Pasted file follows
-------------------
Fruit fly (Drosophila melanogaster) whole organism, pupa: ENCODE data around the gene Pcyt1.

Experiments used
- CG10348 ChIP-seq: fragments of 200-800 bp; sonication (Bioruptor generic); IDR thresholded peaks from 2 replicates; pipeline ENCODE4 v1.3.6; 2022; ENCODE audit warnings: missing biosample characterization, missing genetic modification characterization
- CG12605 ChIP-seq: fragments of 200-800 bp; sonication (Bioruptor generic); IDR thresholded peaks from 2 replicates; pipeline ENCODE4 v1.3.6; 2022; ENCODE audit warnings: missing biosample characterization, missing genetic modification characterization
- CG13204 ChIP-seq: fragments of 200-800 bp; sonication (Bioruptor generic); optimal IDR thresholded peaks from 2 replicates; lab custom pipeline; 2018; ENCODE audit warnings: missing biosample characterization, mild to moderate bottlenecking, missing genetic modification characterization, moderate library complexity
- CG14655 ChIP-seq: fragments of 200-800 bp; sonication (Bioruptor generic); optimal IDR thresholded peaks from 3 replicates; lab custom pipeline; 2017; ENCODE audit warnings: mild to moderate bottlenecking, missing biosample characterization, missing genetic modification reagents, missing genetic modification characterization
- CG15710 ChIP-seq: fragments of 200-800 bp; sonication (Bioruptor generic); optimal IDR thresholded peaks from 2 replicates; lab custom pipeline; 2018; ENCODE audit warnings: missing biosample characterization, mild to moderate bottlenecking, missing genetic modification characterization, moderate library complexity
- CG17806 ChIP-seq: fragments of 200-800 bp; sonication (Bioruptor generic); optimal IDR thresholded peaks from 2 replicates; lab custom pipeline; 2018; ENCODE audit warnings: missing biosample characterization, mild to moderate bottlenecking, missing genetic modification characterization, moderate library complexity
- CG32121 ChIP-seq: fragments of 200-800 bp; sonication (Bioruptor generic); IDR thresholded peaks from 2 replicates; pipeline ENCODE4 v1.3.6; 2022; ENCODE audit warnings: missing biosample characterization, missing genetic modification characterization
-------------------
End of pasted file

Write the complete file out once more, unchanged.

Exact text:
Fruit fly (Drosophila melanogaster) whole organism, pupa: ENCODE data around the gene Pcyt1.

Experiments used
- CG10348 ChIP-seq: fragments of 200-800 bp; sonication (Bioruptor generic); IDR thresholded peaks from 2 replicates; pipeline ENCODE4 v1.3.6; 2022; ENCODE audit warnings: missing biosample characterization, missing genetic modification characterization
- CG12605 ChIP-seq: fragments of 200-800 bp; sonication (Bioruptor generic); IDR thresholded peaks from 2 replicates; pipeline ENCODE4 v1.3.6; 2022; ENCODE audit warnings: missing biosample characterization, missing genetic modification characterization
- CG13204 ChIP-seq: fragments of 200-800 bp; sonication (Bioruptor generic); optimal IDR thresholded peaks from 2 replicates; lab custom pipeline; 2018; ENCODE audit warnings: missing biosample characterization, mild to moderate bottlenecking, missing genetic modification characterization, moderate library complexity
- CG14655 ChIP-seq: fragments of 200-800 bp; sonication (Bioruptor generic); optimal IDR thresholded peaks from 3 replicates; lab custom pipeline; 2017; ENCODE audit warnings: mild to moderate bottlenecking, missing biosample characterization, missing genetic modification reagents, missing genetic modification characterization
- CG15710 ChIP-seq: fragments of 200-800 bp; sonication (Bioruptor generic); optimal IDR thresholded peaks from 2 replicates; lab custom pipeline; 2018; ENCODE audit warnings: missing biosample characterization, mild to moderate bottlenecking, missing genetic modification characterization, moderate library complexity
- CG17806 ChIP-seq: fragments of 200-800 bp; sonication (Bioruptor generic); optimal IDR thresholded peaks from 2 replicates; lab custom pipeline; 2018; ENCODE audit warnings: missing biosample characterization, mild to moderate bottlenecking, missing genetic modification characterization, moderate library complexity
- CG32121 ChIP-seq: fragments of 200-800 bp; sonication (Bioruptor generic); IDR thresholded peaks from 2 replicates; pipeline ENCODE4 v1.3.6; 2022; ENCODE audit warnings: missing biosample characterization, missing genetic modification characterization